Haitao Cheng, Jota Ishikawa, 16 September 2021

As a result of global warming, carbon taxes and emissions trading policies are in the spotlight. However, lack of cross-country coordination can cause carbon leakage and increases in emissions. This column analyses the effectiveness of carbon taxes and border tax adjustment policies in reducing emissions and shaping firms’ decisions on abatement investment and firm location. It shows that a higher carbon tax can sometimes lead to higher global emissions and discourage investment in clean technology. Likewise, border tax adjustments should be designed carefully to ensure lower emissions and compatibility with WTO rules. 

Assaf Razin, Efraim Sadka, 18 December 2017

The ongoing advance of globalisation has created a genuine need for international tax reforms. This column explores potential reforms and their likely effects, using a model with flexible prices. Residence-based income taxation is shown to have welfare advantages over source-based taxation, though at the cost of a larger trade deficit. Non-transitory border taxes are shown to be ineffective at reducing this deficit.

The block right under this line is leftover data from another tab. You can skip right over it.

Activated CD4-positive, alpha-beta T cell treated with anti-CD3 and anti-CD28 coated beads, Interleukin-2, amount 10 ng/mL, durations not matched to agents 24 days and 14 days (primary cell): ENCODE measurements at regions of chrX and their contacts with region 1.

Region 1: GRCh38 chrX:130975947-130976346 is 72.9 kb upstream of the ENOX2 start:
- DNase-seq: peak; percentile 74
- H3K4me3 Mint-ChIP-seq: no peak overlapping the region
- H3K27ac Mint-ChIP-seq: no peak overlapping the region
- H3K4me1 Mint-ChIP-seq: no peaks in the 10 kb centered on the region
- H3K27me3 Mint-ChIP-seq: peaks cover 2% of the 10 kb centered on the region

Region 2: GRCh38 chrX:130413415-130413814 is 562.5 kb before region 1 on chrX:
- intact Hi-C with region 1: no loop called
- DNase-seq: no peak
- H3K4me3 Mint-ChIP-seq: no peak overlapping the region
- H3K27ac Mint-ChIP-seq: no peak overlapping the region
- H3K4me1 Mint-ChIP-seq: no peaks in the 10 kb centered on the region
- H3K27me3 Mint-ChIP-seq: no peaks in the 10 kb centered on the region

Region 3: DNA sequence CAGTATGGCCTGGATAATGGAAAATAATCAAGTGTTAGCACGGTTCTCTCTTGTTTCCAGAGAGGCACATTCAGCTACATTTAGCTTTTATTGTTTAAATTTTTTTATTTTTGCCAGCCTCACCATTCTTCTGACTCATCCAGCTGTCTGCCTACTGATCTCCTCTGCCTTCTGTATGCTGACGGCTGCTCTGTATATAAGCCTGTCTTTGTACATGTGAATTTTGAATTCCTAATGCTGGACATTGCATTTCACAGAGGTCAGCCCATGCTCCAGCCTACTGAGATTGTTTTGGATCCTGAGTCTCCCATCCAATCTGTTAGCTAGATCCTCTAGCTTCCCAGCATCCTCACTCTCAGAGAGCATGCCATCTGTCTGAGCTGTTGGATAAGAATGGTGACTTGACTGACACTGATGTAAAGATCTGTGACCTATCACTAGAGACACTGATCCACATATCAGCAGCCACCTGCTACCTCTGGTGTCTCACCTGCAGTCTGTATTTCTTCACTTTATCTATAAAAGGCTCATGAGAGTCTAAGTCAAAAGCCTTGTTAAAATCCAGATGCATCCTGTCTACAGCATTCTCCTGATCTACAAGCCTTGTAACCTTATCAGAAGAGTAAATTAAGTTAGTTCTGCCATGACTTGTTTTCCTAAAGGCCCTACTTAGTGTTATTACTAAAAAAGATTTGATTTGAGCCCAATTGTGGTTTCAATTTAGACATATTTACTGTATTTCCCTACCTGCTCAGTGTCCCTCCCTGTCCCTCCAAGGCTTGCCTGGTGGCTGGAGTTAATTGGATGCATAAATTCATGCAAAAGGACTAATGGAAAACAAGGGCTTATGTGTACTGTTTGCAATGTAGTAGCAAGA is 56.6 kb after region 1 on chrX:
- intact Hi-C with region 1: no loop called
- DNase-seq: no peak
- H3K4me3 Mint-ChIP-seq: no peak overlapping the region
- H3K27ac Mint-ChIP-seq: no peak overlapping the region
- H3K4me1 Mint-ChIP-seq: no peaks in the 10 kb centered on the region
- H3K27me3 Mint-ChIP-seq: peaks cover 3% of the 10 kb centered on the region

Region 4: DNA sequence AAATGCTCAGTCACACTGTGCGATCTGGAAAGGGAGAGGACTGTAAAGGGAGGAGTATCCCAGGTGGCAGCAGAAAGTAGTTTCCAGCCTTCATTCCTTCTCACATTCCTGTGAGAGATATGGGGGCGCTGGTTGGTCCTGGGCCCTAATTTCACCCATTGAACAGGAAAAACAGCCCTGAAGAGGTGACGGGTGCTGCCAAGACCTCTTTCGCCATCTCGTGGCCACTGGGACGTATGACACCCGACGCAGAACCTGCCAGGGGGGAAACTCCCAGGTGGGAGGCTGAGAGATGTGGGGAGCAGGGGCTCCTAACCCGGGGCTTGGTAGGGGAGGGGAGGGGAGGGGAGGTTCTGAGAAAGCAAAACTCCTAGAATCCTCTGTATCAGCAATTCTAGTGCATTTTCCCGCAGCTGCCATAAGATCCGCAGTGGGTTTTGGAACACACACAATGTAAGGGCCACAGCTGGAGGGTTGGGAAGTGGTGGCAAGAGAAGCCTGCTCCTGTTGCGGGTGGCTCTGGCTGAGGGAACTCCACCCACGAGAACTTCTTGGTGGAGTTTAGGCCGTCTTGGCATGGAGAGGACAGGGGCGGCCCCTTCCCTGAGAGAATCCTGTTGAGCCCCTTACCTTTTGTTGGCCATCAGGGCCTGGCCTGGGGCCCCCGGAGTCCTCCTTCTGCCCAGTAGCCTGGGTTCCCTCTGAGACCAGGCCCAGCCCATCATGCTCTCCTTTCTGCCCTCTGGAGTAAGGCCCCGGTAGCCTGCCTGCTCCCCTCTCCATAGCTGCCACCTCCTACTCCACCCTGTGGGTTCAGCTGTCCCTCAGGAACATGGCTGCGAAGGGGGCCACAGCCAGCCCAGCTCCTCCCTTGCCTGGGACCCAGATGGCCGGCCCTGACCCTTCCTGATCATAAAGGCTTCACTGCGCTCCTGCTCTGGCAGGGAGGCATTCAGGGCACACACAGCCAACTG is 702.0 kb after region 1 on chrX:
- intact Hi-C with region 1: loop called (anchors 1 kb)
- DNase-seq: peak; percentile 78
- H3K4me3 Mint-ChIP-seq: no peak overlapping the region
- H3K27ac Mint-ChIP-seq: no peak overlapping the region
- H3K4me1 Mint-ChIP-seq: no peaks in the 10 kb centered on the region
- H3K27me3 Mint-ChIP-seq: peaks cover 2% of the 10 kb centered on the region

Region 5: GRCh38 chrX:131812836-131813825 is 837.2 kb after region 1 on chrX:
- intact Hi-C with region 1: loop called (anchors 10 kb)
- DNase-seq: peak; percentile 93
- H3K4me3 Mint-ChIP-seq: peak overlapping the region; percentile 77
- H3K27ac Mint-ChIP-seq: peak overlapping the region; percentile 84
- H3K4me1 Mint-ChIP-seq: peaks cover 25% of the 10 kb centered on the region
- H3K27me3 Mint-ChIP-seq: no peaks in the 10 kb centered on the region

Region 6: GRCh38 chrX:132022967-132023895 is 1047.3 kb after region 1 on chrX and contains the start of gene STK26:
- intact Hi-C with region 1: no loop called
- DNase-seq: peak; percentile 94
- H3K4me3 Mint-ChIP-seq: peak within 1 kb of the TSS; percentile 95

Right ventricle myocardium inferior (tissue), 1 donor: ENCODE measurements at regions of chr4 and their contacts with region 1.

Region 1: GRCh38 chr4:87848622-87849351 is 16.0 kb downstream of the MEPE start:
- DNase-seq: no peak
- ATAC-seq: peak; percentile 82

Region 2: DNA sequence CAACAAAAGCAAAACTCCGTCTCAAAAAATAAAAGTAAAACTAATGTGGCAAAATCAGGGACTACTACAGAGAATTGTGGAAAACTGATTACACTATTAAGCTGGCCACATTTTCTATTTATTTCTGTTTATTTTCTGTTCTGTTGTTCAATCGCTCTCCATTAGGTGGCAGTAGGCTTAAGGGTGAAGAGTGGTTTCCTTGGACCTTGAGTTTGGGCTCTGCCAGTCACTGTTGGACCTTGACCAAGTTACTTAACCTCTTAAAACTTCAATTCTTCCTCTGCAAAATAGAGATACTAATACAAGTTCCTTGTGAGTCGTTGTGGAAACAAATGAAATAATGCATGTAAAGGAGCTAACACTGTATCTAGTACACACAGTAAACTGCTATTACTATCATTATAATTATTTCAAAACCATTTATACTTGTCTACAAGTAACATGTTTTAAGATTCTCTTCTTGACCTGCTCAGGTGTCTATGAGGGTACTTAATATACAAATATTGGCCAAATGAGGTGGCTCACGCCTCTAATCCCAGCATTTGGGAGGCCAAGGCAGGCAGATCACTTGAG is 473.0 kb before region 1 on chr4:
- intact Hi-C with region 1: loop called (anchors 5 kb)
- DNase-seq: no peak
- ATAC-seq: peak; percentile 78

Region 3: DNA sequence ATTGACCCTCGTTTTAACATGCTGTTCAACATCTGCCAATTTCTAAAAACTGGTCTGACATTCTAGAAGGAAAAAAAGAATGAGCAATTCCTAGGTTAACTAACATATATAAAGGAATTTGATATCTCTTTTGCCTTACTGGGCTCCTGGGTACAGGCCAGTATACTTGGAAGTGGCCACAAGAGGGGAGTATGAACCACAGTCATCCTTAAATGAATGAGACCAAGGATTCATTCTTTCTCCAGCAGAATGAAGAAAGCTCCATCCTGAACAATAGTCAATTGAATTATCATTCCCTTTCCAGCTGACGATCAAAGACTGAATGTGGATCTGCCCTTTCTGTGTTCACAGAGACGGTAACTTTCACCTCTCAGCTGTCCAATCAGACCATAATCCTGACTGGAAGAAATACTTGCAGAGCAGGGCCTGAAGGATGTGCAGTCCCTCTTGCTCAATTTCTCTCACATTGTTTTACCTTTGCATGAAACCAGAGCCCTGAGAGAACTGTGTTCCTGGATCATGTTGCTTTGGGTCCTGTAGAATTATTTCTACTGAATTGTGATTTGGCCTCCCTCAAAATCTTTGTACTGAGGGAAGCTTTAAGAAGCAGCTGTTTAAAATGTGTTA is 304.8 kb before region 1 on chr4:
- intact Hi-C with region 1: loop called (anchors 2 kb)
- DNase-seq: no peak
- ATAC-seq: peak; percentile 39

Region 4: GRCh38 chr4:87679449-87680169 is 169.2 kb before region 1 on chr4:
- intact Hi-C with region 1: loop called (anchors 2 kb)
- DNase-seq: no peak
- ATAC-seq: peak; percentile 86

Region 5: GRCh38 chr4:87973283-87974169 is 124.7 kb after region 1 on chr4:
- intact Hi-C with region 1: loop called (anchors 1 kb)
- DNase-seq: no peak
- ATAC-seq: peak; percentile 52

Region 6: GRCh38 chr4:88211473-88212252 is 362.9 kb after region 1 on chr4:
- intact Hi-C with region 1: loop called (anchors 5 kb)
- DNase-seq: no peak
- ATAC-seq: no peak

William Nordhaus, 08 October 2018

President Trump’s doctrine on trade represents a radical break with previous US policy. This column, the first of two examining the Trump doctrine, argues that he embraces fallacies as facts, and that the efforts to reform tax are flawed and will make tax law more complex. If enacted, the Auerbach-Ryan Tax Plan would be a mechanism by which the US government collects taxes to benefit rich citizens at the expense of the country's trading partners.

Willem Buiter, 22 March 2017

A border tax adjustment from origin-based taxation to destination-based taxation is under consideration for corporate profit tax in the US. This column investigates the implications of such an adjustment for the nominal exchange rate, assuming the real equilibrium of the economy is unchanged. While conventional wisdom is that the currency of the country implementing the adjustment will appreciate by a percentage equal to the VAT or corporate profit tax rate, a depreciation of the same magnitude is just as likely. 

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